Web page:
System.out.println(“largest float value is ” + largestFloat + “.”);
System.out.println(“largest double value is ” + largestDouble + “.”);
}
}

Sample Run
The largest byte value is 127.
The largest short value is 32767.
The largest integer value is 2147483647.
The largest long value is 9223372036854775807.
The largest float value is 3.4028235E38.
The largest double value is 1.7976931348623157E308.
Java Command Line Arguments
This class demonstrates how command line arguments are passed in Java. Arguments are passed as a String array to the main method of a class. The first element (element 0) is the first argument passed not the name of the class.

Source Code
An example that prints in the command line arguments passed into the class when executed.
public class ReadArgs
{
public static final void main(String args[])
{
for (int i=0;i<args.length;++i)
{
System.out.println( args[i] );
}
}
}

Sample Run
With the following command line, the output shown is produced.

java ReadArgs zero one two three
Output:

The following command line arguments were passed:
arg[0]: zero
arg[1]: one
arg[2]: two
arg[3]: three

PART-2
• Java Arithmetic Operators
• Java Assignment Operators
• Java Increment and Decrement Operators
• Java Relational Operators
• Java Boolean Operators
• Java Conditional Operators

Java Arithmetic Operators
The Java programming language has includes five simple arithmetic operators like are + (addition), – (subtraction), * (multiplication), / (division), and % (modulo). The following table summarizes the binary arithmetic operators in the Java programming language.
The relation operators in Java are: ==, !=, <, >, <=, and >=. The meanings of these operators are:
Use Returns true if
op1 + op2 op1 added to op2
op1 – op2 op2 subtracted from op1
op1 * op2 op1 multiplied with op2
op1 / op2 op1 divided by op2
op1 % op2 Computes the remainder of dividing op1 by op2
The following java program, ArithmeticProg , defines two integers and two double-precision floating-point numbers and uses the five arithmetic operators to perform different arithmetic operations. This program also uses + to concatenate strings. The arithmetic operations are shown in boldface.
public class ArithmeticProg {
public static void main(String[] args) {

//a few numbers
int i = 10;
int j = 20;
double x = 10.5;
double y = 20.5;

//adding numbers
System.out.println(“Adding”);
System.out.println(” i + j = ” + (i + j));
System.out.println(” x + y = ” + (x + y));

//subtracting numbers
System.out.println(“Subtracting”);
System.out.println(” i – j = ” + (i – j));
System.out.println(” x – y = ” + (x – y));

//multiplying numbers
System.out.println(“Multiplying”);
System.out.println(” i * j = ” + (i * j));
System.out.println(” x * y = ” + (x * y));

//dividing numbers
System.out.println(“Dividing”);
System.out.println(” i / j = ” + (i / j));
System.out.println(” x / y = ” + (x / y));

//computing the remainder resulting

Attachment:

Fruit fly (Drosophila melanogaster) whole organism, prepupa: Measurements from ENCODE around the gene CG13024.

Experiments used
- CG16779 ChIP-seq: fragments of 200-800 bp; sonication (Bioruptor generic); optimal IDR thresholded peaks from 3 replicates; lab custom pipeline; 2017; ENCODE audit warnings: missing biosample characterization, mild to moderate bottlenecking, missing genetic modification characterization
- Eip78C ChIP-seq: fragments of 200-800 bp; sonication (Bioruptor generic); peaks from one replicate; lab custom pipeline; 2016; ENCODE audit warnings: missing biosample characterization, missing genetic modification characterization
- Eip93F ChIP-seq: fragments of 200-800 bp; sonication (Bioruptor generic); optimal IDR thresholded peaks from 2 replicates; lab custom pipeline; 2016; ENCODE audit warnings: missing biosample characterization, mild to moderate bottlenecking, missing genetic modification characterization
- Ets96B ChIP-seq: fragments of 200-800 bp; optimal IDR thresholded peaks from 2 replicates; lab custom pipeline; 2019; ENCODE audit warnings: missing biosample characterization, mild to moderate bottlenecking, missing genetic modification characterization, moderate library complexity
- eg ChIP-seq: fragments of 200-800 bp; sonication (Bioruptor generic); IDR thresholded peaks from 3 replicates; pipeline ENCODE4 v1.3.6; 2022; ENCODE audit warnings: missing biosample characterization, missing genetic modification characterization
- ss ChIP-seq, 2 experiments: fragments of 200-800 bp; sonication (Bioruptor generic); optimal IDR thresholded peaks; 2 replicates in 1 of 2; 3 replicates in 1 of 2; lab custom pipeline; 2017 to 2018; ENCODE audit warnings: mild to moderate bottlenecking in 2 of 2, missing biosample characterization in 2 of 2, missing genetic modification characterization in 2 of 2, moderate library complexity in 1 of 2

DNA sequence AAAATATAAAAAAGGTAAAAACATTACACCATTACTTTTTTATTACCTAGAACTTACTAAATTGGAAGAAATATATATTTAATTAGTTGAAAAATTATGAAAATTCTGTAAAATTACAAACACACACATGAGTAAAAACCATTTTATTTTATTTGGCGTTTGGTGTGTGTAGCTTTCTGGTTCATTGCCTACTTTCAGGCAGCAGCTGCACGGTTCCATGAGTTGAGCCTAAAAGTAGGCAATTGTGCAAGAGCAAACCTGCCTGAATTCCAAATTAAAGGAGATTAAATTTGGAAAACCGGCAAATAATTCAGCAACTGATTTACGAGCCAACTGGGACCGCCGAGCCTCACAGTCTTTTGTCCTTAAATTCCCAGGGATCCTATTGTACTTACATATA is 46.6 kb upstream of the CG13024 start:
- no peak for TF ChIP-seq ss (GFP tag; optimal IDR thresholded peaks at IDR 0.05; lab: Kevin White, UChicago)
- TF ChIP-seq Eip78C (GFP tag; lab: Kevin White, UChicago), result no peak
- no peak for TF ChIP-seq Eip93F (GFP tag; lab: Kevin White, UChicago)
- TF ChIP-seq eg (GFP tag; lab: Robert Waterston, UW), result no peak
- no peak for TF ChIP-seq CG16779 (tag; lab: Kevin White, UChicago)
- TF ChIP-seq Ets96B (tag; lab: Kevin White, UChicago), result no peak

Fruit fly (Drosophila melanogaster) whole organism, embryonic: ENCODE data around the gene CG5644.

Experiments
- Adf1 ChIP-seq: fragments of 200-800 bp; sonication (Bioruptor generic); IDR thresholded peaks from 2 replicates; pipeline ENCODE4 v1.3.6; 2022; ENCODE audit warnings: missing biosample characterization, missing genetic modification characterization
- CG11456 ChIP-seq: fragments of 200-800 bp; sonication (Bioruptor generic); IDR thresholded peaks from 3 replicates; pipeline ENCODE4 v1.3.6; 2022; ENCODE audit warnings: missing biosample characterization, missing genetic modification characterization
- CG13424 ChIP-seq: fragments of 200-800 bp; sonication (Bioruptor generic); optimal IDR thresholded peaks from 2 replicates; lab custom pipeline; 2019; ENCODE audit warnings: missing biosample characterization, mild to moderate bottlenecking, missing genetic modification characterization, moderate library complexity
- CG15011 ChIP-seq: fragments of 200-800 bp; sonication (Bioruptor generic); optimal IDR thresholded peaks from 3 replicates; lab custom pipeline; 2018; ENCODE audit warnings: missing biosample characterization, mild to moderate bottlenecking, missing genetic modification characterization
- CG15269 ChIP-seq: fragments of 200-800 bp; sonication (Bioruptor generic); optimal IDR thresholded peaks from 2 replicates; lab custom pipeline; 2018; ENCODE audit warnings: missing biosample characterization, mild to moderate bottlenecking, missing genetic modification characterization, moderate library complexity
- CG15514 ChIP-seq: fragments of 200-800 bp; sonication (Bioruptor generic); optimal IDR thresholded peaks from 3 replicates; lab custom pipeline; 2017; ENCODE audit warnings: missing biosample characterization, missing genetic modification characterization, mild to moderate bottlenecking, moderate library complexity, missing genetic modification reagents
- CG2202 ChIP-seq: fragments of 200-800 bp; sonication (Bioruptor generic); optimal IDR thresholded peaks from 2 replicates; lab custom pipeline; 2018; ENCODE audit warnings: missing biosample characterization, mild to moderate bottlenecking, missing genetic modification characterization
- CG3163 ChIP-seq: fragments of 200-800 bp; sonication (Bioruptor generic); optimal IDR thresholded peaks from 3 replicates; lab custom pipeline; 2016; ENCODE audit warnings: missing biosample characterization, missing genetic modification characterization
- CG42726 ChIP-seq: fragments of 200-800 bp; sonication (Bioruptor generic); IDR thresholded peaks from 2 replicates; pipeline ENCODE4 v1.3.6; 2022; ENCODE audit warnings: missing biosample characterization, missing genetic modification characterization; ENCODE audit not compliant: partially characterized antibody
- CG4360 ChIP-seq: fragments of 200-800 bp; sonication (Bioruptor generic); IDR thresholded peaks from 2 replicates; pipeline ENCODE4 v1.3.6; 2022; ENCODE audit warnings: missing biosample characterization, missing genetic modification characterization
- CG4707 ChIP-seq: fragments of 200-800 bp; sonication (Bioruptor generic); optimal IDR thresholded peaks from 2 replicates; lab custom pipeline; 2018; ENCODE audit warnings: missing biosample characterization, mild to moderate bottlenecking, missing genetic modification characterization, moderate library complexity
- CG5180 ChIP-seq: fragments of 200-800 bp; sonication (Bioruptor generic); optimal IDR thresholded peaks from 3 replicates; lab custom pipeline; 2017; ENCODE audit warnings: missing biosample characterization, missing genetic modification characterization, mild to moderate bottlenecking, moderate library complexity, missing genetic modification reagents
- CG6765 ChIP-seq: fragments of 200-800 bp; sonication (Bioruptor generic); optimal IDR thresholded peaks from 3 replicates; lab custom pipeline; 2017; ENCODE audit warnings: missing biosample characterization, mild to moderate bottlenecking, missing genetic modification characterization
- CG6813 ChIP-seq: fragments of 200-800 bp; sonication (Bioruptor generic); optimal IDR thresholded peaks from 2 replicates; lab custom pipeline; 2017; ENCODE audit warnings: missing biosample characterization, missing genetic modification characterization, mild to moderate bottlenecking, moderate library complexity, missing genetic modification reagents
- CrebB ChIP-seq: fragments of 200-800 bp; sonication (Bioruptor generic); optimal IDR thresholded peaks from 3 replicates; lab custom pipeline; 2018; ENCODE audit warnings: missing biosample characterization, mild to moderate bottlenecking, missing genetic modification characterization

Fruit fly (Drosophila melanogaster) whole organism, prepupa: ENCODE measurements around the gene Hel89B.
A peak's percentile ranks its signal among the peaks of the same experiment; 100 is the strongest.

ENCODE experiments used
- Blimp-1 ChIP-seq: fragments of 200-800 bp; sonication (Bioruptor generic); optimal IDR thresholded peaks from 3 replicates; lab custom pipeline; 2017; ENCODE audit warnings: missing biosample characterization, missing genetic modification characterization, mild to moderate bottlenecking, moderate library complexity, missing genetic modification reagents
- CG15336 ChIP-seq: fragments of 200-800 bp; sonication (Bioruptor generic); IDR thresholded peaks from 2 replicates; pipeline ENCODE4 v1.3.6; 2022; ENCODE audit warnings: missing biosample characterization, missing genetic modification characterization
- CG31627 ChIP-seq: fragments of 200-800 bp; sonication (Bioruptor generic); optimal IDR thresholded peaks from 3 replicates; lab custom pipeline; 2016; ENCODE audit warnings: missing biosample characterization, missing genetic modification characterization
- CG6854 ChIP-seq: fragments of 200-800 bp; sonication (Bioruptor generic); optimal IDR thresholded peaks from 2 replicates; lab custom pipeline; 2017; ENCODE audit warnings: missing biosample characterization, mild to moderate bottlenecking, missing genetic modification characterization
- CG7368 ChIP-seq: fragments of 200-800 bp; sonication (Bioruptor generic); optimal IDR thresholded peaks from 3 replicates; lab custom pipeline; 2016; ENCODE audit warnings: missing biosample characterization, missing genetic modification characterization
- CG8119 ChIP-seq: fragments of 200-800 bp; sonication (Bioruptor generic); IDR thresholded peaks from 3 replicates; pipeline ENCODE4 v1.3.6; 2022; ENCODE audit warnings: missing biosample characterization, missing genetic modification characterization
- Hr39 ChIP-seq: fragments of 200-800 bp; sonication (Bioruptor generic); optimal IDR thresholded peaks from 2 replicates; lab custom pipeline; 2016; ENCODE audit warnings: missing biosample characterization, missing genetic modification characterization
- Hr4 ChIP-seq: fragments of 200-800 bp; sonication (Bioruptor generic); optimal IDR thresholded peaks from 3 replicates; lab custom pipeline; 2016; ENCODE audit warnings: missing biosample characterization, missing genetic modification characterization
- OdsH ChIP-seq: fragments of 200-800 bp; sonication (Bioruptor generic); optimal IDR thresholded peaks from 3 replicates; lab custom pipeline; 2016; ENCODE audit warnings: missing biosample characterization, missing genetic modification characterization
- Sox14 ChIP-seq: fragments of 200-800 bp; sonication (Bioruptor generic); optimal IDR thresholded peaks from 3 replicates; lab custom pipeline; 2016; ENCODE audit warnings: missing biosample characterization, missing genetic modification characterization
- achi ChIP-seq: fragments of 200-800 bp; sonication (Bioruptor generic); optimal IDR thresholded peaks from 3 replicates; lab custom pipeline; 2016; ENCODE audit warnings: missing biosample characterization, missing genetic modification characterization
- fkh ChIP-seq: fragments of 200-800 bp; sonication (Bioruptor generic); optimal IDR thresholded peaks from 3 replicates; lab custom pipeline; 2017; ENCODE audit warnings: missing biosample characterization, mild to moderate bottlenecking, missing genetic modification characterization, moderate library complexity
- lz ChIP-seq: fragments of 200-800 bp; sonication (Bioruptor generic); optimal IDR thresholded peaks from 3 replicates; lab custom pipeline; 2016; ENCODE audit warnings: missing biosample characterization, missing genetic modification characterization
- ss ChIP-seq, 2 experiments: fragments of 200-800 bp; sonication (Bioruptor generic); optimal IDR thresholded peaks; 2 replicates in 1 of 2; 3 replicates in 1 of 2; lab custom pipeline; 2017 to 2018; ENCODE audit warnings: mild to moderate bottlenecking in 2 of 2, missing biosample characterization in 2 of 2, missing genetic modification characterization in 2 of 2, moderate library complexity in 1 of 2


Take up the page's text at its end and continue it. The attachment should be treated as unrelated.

//from dividing numbers
System.out.println(“Modulus”);
System.out.println(” i % j = ” + (i % j));
System.out.println(” x % y = ” + (x % y));

}
}

Java Assignment Operators
It’s very common to see statement like the following, where you’re adding something to a variable. Java Variables are assigned, or given, values using one of the assignment operators. The variable are always on the left-hand side of the assignment operator and the value to be assigned is always on the right-hand side of the assignment operator. The assignment operator is evaluated from right to left, so a = b = c = 0; would assign 0 to c, then c to b then b to a.

i = i + 2;
Here we say that we are assigning i’s value to the new value which is i+2.

A shortcut way to write assignments like this is to use the += operator. It’s one operator symbol so don’t put blanks between the + and =.
i += 2; // Same as “i = i + 2”
The shortcut assignment operator can be used for all Arithmetic Operators i.e. You can use this style with all arithmetic operators (+, -, *, /, and even %).

Here are some examples of assignments:
//assign 1 to
//variable a
int a = 1;

//assign the result
//of 2 + 2 to b
int b = 2 + 2;
//assign the literal
//”Hello” to str
String str = new String(“Hello”);

//assign b to a, then assign a
//to d; results in d, a, and b being equal
int d = a = b;

PART-2
• Java Arithmetic Operators
• Java Assignment Operators
• Java Increment and Decrement Operators
• Java Relational Operators
• Java Boolean Operators
• Java Conditional Operators

Java Increment and Decrement Operators
There are 2 Increment or decrement operators -> ++ and –. These two operators are unique in that they can be written both before the operand they are applied to, called prefix increment/decrement, or after, called postfix increment/decrement. The meaning is different in each case.
Example
x = 1;
y = ++x;
System.out.println(y);

prints 2, but

x = 1;
y = x++;
System.out.println(y);

prints 1
Source Code
//Count to ten

class UptoTen {

public static void main (String args[]) {
int i;
for (i=1; i <=10; i++) {
System.out.println(i);
}
}

}
When we write i++ we’re using shorthand for i = i + 1. When we say i– we’re using shorthand for i = i – 1. Adding and subtracting one from a number are such common operations that these special increment and decrement operators have been added to the language. T